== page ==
About Us
Welcome to Marietta Community Foundation. We appreciate the opportunity to tell you about MCF- the most flexible and tax-advantaged way to give to the community.
 
The Foundation was created by a group of individuals who wanted to do some good – and our goal is still that simple. Read about our history.
 
Top 10 Reasons People Choose to Give through MCF:
 
1. We are a local organization with deep roots in the community.
 
2. Our variety of fund types help people invest in the causes they care about most.

3. We offer maximum tax advantages under state and federal law.

4. We provide highly personalized service tailored to each individual’s charitable and financial interests.

5. We accept a wide variety of assets and can facilitate even the most complex forms of giving.

6. Our professional staff has broad knowledge regarding community issues and needs.

7. We partner with professional advisors to create highly effective approaches to charitable giving.

8. We multiply the impact of gift dollars by pooling them with other gifts.

9. We build endowment funds that benefit the community forever and help create personal legacies.

10. We are a community leader, convening agencies and coordinating resources to create positive change.


Our History
 
The Marietta Community Foundation was founded in 1974 and headed by the late Carl L. Broughton. The Foundation became relatively dormant before being reactivated in 1992 through a sizable gift from two former Marietta residents, Mary Carolyn McCoy Mildren and William E. Mildren Sr. They established a trust in memory of their late parents to be used as a challenge grant encouraging community leader Robert E. Kirkbride to revitalize the Foundation.
 
 
Under Kirkbride's supervision, a new Board of Governors was formed. In 1995, the Foundation received a bequest of $2.4 million from the late Lillian Strecker Smith. Although the J. Frank and Lillian S. Smith gift was unrestricted, it came with a strong directive that the Foundation focus on the needs of the elderly in the community as well as St. Mary's Catholic Parish and Marietta College. This exceptionally generous gift, along with many others to follow, provided the Foundation with unrestricted resources that makes it the envy of small community foundations everywhere. It also allows the Foundation to maintain its commitment of administering more than 280 different funds without charging an administration fee.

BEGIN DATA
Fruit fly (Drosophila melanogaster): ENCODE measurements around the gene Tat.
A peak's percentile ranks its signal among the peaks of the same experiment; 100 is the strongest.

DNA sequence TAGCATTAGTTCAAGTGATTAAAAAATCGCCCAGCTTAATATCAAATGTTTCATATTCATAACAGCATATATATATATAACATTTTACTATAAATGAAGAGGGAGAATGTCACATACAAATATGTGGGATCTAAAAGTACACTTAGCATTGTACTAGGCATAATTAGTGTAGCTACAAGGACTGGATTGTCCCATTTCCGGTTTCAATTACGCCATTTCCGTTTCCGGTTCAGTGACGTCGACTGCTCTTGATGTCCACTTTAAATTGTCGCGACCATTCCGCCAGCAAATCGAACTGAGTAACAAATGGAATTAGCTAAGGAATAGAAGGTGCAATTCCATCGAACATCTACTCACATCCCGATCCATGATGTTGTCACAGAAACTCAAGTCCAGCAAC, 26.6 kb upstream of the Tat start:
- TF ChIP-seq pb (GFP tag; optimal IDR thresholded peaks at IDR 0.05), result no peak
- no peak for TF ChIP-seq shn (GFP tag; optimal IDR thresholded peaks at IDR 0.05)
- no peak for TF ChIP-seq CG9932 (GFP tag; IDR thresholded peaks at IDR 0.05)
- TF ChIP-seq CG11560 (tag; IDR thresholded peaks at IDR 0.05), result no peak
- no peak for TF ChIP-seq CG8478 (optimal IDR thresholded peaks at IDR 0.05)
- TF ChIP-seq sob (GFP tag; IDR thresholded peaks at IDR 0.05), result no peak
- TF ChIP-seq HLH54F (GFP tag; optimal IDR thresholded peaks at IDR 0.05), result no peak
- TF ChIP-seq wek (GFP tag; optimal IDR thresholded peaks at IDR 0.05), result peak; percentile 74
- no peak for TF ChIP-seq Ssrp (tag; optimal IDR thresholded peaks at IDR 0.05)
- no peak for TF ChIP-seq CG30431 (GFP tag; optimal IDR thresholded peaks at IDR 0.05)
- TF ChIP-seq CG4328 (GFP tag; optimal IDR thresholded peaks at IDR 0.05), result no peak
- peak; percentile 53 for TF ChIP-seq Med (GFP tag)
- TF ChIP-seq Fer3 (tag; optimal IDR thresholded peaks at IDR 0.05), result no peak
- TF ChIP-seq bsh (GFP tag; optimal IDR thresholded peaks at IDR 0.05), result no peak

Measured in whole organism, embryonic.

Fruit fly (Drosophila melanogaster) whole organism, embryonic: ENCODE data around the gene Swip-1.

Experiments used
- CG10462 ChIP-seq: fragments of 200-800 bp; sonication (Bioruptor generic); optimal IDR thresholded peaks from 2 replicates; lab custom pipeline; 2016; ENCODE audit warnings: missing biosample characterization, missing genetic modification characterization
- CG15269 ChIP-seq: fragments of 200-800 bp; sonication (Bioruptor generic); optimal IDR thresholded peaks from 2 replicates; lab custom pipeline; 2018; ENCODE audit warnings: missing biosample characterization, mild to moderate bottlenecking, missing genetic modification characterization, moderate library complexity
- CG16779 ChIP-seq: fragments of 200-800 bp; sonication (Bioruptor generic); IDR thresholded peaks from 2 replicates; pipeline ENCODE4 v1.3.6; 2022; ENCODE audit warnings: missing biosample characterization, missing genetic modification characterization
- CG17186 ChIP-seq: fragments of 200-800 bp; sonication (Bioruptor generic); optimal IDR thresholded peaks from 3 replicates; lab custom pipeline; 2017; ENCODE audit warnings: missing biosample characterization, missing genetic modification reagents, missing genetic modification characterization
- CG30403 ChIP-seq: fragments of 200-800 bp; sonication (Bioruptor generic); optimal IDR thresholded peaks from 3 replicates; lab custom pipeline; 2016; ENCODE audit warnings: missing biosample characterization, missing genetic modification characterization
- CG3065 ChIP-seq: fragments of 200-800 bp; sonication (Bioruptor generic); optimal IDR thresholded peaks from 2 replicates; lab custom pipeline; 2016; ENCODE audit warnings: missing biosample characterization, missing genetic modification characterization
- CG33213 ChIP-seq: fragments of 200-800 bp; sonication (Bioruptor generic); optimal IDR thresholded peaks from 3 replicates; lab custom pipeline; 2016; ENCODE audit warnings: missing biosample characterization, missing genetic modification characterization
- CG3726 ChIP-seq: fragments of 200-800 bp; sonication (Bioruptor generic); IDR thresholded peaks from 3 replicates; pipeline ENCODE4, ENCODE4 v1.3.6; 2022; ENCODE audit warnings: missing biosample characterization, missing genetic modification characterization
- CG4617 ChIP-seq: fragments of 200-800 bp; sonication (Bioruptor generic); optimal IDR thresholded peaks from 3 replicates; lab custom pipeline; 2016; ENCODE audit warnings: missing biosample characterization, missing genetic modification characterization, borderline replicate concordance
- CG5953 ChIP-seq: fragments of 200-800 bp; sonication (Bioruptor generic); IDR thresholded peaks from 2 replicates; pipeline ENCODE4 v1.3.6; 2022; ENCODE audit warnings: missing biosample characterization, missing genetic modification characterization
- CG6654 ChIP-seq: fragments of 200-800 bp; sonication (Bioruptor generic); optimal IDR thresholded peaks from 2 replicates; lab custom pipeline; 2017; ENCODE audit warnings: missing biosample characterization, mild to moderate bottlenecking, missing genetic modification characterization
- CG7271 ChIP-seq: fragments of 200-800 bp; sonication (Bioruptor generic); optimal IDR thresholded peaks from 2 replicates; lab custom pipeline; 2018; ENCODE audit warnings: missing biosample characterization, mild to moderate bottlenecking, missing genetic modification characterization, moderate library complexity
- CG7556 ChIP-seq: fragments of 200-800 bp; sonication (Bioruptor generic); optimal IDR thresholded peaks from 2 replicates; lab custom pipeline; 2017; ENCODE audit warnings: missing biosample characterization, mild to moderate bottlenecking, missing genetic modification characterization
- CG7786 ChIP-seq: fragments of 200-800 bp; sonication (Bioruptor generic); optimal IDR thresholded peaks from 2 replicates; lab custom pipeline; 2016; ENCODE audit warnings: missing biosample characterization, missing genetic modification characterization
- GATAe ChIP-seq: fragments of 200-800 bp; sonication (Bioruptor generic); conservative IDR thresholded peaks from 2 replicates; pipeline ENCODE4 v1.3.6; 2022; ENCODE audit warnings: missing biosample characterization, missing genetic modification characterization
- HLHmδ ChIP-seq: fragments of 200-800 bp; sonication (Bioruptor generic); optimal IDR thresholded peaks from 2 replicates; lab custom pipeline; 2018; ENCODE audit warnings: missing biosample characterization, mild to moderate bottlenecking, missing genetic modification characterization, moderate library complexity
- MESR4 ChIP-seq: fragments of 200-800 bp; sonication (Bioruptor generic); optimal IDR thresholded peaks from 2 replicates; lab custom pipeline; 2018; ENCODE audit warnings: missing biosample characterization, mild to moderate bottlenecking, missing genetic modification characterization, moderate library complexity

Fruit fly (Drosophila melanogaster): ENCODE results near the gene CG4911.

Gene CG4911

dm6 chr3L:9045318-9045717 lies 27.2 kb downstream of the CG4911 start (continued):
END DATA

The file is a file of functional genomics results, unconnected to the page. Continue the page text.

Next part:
Today, the Marietta Community Foundation has grown to more than $20.3 million in assets and oversees more than 280 funds. More importantly, it has also distributed more than $15 million to charities in the Mid-Ohio Valley since its creation.
 


Higher Standards
 
Marietta Community Foundation meets National Standards for operational quality, donor service and accountability in the community foundation sector.
 
The National Standards Seal by our name indicates official confirmation from the Council on Foundations that we have met the most rigorous standards in philanthropy. It affirms our commitment to financial security, transparency and accountability. It says our grantmaking includes an open, competitive process designed to address the changing needs of our community. The National Standards Seal also confirms our history of honoring donors’ wishes—to support the arts, cultivate gardens, save endangered species, cure illness, expand literacy, feed children—and support countless other important causes.
 
The National Standards for U.S. Community Foundations Program was established in 2000 in cooperation with the Council on Foundations. National Standards guide community foundations in establishing legal, ethical and effective operational practices that serve as blueprints for internal development and benchmarks for external assessment. The 43 National Standards require Marietta Community Foundation to document its policies in donor services, investment management, grantmaking and administration. To receive confirmation of National Standards compliance, Marietta Community Foundation submitted its organizational and financial policies and procedures to a rigorous peer review.
 
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